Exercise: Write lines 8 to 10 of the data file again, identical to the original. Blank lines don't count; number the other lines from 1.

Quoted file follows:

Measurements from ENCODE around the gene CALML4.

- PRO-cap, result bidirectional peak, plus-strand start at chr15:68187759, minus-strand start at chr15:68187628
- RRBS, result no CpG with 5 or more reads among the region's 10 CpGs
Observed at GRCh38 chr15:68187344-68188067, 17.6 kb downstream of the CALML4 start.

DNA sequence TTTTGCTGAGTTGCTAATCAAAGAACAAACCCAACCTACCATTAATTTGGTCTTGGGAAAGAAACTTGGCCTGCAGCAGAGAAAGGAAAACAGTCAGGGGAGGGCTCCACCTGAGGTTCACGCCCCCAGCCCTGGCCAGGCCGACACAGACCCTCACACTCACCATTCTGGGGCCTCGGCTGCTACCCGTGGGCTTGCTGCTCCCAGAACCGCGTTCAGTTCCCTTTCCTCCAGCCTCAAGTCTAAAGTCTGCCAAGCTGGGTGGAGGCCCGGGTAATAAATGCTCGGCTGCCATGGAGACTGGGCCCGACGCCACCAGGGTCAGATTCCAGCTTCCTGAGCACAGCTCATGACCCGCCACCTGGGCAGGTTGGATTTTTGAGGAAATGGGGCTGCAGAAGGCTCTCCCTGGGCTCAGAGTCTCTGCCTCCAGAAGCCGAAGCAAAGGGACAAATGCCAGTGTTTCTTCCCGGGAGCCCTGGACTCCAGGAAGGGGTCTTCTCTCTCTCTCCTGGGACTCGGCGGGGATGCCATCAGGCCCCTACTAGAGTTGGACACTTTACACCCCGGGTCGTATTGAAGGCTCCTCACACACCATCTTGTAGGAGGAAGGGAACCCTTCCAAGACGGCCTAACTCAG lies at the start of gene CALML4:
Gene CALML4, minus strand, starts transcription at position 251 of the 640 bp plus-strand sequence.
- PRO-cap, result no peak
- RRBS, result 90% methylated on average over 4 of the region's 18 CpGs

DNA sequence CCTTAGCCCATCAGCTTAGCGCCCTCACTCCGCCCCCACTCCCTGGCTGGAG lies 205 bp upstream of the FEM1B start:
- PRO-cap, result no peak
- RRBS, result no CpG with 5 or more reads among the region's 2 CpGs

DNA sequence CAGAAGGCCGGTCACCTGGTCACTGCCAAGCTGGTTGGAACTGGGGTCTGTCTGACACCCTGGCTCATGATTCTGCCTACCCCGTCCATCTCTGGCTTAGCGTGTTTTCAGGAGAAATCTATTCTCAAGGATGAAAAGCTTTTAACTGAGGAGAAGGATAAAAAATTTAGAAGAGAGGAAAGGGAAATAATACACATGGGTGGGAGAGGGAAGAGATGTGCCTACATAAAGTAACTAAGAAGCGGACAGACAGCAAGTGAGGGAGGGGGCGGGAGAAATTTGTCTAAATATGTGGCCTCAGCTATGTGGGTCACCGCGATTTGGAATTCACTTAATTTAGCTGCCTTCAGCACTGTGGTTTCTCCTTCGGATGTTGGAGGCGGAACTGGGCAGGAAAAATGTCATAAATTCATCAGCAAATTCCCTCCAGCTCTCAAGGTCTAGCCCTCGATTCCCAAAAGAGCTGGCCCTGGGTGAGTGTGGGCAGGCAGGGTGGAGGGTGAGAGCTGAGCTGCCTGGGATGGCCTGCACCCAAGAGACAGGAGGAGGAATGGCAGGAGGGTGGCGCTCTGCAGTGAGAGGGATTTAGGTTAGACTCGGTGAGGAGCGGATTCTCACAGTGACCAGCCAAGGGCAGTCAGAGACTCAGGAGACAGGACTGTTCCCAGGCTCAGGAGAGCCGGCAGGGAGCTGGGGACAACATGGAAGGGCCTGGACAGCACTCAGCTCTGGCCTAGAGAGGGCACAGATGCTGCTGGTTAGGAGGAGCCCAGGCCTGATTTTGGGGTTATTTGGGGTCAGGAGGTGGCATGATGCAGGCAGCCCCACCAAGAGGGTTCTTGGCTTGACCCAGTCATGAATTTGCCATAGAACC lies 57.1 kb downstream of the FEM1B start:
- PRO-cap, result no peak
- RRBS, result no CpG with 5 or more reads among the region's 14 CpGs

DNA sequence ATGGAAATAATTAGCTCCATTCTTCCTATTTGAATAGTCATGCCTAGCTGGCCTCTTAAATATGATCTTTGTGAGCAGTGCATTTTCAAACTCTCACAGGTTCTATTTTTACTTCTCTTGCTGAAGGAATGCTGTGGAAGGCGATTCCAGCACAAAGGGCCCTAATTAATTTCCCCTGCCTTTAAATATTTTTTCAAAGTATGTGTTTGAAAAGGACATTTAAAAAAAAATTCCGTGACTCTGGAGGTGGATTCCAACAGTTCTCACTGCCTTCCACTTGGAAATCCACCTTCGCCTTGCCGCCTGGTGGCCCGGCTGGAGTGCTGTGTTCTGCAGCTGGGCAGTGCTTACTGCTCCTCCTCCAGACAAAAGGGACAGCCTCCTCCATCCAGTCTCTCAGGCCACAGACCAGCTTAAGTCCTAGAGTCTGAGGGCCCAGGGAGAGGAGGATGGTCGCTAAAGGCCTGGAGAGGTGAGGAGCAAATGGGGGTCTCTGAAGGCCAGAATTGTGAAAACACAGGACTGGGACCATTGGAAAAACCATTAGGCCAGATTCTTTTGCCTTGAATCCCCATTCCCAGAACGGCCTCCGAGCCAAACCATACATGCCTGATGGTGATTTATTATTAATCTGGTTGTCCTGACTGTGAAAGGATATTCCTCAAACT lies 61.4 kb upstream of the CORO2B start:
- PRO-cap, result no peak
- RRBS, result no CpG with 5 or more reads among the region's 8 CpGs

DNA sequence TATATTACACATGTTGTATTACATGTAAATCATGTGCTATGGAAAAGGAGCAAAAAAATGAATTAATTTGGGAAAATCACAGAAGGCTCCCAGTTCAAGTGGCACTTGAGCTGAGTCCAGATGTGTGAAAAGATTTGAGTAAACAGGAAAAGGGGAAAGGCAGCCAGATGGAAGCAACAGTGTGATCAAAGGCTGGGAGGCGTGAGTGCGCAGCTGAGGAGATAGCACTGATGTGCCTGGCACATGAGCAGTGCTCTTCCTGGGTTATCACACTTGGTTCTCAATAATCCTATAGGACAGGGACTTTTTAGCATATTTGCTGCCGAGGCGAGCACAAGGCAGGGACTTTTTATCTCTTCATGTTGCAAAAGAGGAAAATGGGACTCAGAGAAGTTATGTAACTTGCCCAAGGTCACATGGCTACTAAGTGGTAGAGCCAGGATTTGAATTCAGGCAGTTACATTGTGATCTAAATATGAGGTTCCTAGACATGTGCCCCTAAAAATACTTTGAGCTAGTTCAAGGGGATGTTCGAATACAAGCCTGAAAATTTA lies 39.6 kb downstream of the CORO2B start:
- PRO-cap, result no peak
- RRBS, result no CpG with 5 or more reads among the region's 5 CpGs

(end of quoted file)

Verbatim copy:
- RRBS, result 90% methylated on average over 4 of the region's 18 CpGs

DNA sequence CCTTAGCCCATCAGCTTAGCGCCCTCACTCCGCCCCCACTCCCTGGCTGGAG lies 205 bp upstream of the FEM1B start:
- PRO-cap, result no peak